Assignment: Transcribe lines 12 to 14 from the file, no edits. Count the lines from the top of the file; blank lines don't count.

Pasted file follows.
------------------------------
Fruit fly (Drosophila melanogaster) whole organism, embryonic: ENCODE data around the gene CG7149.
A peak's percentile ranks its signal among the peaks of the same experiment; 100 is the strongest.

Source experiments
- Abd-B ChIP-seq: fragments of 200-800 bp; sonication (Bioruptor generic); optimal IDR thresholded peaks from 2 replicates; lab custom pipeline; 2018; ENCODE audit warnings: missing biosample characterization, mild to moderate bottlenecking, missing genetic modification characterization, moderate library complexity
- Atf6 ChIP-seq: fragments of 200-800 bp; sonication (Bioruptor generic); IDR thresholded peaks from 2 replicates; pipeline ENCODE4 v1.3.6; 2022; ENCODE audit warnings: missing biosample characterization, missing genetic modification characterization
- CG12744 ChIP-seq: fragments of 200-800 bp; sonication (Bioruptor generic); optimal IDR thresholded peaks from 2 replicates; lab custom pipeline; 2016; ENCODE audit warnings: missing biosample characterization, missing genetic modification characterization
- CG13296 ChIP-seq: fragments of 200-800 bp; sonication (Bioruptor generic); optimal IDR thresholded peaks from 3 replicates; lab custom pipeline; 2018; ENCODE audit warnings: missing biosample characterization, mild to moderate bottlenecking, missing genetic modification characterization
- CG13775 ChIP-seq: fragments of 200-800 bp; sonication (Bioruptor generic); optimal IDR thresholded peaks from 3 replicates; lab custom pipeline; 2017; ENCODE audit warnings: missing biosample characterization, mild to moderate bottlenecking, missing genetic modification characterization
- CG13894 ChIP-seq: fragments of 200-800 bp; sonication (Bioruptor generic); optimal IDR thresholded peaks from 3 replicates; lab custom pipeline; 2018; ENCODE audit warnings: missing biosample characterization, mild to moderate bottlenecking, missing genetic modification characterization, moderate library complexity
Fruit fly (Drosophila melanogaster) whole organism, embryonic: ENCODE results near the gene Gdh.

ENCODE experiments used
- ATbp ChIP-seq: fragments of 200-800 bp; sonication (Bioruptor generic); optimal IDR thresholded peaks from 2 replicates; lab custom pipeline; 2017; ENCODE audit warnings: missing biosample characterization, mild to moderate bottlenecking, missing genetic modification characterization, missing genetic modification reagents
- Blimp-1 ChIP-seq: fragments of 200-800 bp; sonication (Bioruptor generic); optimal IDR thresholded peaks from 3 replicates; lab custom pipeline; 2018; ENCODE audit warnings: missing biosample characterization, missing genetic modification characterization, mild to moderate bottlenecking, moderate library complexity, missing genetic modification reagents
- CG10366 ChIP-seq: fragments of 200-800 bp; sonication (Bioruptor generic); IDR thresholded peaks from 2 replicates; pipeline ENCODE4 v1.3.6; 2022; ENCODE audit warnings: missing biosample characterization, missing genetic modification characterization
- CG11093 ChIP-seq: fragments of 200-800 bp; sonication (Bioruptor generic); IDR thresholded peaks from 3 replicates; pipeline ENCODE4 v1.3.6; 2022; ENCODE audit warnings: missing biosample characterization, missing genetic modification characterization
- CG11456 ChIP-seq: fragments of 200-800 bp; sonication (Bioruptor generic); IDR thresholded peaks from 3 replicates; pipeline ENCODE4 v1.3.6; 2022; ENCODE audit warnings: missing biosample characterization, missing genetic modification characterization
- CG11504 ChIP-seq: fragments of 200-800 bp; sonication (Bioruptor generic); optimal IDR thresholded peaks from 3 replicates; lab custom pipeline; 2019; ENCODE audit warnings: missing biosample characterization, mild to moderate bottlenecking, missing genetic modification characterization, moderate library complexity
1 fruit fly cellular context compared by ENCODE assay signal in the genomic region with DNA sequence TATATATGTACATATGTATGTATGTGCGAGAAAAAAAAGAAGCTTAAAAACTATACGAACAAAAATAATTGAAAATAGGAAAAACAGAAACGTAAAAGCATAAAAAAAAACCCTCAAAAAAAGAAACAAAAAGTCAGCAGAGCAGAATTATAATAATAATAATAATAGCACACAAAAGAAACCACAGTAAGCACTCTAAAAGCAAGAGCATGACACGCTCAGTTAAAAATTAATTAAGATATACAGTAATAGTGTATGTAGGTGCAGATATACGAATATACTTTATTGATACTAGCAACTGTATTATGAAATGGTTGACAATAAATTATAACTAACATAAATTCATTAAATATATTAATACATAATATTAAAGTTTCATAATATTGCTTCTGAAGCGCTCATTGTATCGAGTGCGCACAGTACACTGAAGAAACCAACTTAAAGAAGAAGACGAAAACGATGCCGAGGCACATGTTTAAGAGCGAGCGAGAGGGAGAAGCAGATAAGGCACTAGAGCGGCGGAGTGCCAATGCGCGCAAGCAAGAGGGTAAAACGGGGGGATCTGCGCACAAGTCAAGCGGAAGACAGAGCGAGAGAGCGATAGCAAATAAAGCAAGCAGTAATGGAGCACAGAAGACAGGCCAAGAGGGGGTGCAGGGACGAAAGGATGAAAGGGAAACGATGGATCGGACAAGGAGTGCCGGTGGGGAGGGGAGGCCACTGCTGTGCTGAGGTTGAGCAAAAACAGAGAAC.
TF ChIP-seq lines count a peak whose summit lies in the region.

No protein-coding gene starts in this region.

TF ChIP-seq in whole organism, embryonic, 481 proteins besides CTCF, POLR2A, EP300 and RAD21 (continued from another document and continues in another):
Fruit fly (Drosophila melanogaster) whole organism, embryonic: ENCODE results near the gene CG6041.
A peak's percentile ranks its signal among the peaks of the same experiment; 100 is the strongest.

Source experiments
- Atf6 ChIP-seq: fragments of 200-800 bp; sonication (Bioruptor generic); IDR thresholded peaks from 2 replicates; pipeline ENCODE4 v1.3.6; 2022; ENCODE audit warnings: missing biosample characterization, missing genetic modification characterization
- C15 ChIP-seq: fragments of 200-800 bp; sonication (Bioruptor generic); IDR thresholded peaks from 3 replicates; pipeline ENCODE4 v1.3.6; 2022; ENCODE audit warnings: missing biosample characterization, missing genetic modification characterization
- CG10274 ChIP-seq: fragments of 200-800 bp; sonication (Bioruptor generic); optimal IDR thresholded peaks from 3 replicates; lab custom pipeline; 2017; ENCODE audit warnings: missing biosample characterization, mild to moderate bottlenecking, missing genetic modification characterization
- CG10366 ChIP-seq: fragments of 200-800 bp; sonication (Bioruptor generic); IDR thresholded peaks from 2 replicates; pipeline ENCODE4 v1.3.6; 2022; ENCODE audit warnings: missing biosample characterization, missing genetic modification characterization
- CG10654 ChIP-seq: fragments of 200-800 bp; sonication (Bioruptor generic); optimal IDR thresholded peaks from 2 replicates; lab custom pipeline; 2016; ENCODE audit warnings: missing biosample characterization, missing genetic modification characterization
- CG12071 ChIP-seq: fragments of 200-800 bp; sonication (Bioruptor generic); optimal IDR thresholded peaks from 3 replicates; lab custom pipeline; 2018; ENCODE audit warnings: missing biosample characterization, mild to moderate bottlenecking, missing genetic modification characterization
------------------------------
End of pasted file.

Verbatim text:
- ATbp ChIP-seq: fragments of 200-800 bp; sonication (Bioruptor generic); optimal IDR thresholded peaks from 2 replicates; lab custom pipeline; 2017; ENCODE audit warnings: missing biosample characterization, mild to moderate bottlenecking, missing genetic modification characterization, missing genetic modification reagents
- Blimp-1 ChIP-seq: fragments of 200-800 bp; sonication (Bioruptor generic); optimal IDR thresholded peaks from 3 replicates; lab custom pipeline; 2018; ENCODE audit warnings: missing biosample characterization, missing genetic modification characterization, mild to moderate bottlenecking, moderate library complexity, missing genetic modification reagents
- CG10366 ChIP-seq: fragments of 200-800 bp; sonication (Bioruptor generic); IDR thresholded peaks from 2 replicates; pipeline ENCODE4 v1.3.6; 2022; ENCODE audit warnings: missing biosample characterization, missing genetic modification characterization